Tour goes beyond the dredging
With all the talk of lake dredging, it's important to remember the less visible yet equally critical work being done in Storm Lake's watershed.
On a bus tour before the Lake Preservation Association's annual meeting this week, people had the chance to see some of that up close, including a major settling basin on Episcopal Creek and other plans from city wellhead protection and programs to promotion of sound land management.
The Buena Vista Soil and Water Conservation District Commissioners has submitted a grant application for Iowa Watershed Protection funds to help fund a part-time employee to work on a variety of programs in the watershed.
The "watershed coordinator" would develop a plan targeting funding opportunities and will study new set-aside programs in the Farm Bill. The coordinator would also conduct technical assessments and hold land-owner meetings on programs.
Jeff Kestel, Iowa Lakes RC&D, and Julie Sievers, Iowa DNR, have developed a plan for the LPA that identifies other needs for not only the lake but the watershed in the future.
Eighty-four percent of the 13,500 acre watershed is farmland, 13 percent urban and 4 percent roads and public lands, Sievers said. Because of that mixture, it's important for all the different groups to work together, she noted.
About 70 percent of the watershed flows through Little Storm Lake, which acts as an excellent filter for the main lake, Kestel said. However, the remaining 30 percent is where the heaviest sediment load comes from.
"As the rest of the watershed goes, there isn't a good filter to protect from run-off from roads and fields," Kestel said.
One goal is to establish a landowner recognition program for farmers who have done an outstanding job managing their land. The bus tour visited one such landowner, Chet Brecher, who implemented a major water quality protection project on his farm on the west side of Storm Lake on Episcopal Creek. Brecher has worked to install a large settling basin to collect sediment from run-off before it enters the lake.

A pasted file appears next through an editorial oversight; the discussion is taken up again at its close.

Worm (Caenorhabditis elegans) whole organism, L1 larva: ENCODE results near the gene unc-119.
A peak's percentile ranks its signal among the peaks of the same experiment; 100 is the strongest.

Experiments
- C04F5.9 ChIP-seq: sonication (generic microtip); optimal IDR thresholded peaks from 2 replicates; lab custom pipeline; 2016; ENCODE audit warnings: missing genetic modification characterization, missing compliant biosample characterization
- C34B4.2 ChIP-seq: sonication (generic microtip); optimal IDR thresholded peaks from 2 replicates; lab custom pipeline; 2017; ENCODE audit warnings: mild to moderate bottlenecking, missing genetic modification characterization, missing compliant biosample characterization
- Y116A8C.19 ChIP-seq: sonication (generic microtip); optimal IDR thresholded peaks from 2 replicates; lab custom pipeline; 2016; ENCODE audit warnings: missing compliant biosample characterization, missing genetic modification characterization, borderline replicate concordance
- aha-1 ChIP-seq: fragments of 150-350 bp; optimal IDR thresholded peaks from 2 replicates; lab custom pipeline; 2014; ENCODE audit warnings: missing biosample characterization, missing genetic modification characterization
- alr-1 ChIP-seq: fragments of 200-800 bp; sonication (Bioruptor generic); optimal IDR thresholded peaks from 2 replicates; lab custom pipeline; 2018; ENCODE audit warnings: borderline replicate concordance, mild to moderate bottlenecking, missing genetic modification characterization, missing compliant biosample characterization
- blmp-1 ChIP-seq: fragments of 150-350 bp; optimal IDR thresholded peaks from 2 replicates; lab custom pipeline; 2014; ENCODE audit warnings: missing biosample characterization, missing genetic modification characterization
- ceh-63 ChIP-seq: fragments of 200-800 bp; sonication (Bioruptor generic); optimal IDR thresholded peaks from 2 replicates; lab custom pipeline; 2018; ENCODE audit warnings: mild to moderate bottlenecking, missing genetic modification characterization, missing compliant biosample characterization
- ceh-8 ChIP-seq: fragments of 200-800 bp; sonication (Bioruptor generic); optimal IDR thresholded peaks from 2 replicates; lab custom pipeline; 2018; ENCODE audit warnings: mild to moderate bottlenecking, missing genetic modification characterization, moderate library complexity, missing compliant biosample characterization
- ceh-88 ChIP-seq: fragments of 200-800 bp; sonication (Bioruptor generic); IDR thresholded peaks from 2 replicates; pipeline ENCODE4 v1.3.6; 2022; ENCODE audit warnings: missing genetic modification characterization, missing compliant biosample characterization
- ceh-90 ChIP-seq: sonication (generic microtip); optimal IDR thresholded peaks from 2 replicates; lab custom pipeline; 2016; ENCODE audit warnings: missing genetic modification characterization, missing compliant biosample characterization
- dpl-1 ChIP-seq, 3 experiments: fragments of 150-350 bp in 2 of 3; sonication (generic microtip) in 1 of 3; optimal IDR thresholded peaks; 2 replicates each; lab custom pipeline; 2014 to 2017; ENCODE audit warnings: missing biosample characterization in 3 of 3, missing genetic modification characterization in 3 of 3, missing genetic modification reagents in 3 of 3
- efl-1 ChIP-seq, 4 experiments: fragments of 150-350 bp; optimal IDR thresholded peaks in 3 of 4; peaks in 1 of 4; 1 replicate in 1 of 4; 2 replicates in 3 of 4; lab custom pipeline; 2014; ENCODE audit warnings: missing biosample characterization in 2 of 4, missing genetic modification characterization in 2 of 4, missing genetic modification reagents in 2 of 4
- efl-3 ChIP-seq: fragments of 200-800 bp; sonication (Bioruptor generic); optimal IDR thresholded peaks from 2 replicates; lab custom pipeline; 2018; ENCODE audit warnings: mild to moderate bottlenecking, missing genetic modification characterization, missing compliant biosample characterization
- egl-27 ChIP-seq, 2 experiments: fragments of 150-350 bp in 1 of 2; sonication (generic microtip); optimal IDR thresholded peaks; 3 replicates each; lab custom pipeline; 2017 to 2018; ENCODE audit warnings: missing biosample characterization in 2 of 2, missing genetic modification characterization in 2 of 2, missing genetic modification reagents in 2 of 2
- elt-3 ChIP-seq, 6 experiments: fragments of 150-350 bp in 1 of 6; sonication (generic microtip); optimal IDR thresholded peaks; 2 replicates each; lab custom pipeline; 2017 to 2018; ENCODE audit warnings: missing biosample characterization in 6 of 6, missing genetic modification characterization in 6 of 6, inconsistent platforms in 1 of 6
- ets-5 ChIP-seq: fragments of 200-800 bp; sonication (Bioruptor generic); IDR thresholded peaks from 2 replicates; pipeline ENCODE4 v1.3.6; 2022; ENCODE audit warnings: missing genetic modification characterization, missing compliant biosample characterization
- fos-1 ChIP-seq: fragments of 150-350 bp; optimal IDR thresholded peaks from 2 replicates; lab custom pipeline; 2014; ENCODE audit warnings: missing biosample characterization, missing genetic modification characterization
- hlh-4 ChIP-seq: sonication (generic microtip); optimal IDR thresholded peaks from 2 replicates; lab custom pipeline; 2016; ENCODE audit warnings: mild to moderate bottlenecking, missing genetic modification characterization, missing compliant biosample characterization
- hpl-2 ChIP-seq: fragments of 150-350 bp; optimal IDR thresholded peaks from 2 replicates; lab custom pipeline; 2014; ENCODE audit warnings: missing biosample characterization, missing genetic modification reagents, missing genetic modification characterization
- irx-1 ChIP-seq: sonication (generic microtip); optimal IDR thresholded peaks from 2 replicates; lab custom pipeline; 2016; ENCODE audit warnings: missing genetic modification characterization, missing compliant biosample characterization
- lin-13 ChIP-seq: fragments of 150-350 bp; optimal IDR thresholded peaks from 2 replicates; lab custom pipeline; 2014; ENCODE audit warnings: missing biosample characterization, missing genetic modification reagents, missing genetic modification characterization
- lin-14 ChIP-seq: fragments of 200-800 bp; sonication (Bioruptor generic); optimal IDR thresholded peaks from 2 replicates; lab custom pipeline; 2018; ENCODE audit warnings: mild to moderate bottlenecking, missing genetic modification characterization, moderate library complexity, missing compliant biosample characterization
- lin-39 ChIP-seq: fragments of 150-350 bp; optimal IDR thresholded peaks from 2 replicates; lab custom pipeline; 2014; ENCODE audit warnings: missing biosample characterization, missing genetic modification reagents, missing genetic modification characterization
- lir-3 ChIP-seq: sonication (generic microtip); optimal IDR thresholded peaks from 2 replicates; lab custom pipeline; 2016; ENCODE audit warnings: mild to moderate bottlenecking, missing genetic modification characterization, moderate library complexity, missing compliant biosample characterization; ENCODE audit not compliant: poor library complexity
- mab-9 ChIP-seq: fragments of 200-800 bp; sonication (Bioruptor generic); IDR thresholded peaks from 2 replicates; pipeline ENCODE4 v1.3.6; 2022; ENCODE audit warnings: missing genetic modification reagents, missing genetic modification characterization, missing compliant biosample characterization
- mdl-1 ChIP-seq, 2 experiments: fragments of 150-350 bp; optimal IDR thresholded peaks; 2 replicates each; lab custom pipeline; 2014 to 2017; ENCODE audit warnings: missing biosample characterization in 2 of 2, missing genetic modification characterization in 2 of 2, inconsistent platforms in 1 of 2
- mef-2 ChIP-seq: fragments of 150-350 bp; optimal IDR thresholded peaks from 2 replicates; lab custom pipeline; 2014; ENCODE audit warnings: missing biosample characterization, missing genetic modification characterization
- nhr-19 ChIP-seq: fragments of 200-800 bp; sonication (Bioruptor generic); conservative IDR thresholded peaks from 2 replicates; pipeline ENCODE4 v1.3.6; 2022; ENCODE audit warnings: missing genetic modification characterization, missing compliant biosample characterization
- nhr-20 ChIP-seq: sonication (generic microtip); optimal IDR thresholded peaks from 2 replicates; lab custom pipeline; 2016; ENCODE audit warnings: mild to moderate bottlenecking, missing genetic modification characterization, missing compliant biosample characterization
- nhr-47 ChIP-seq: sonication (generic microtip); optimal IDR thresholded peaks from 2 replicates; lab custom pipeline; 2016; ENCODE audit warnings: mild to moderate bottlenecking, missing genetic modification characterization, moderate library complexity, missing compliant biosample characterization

Brecher said the project came about two years ago. It is unique because it consists of both public and private support from Brecher, the DNR, Iowa Public Owned Lakes and the Buena Vista Soil and Water Conservation District and the NRCS.
"The first thing was to get everybody together," Brecher said.
Those groups helped fund the construction of the basin, which will act as a filter for about 1,000 acres of the watershed that drains through there. Brecher said about 1,400 tons of sediment comes off that land annually. The basin has a capacity to collect about 30 to 35 years worth of sediment, he added.
"It turned out a lot better than I imaged at first," Brecher said.
Another goal consists of enrolling land into the reserve program. The City of Storm Lake is seeking grant funding to enroll land around city wells into the conservation reserve program. "Besides protecting public drinking water, it will also give us some watershed protection," Sievers said.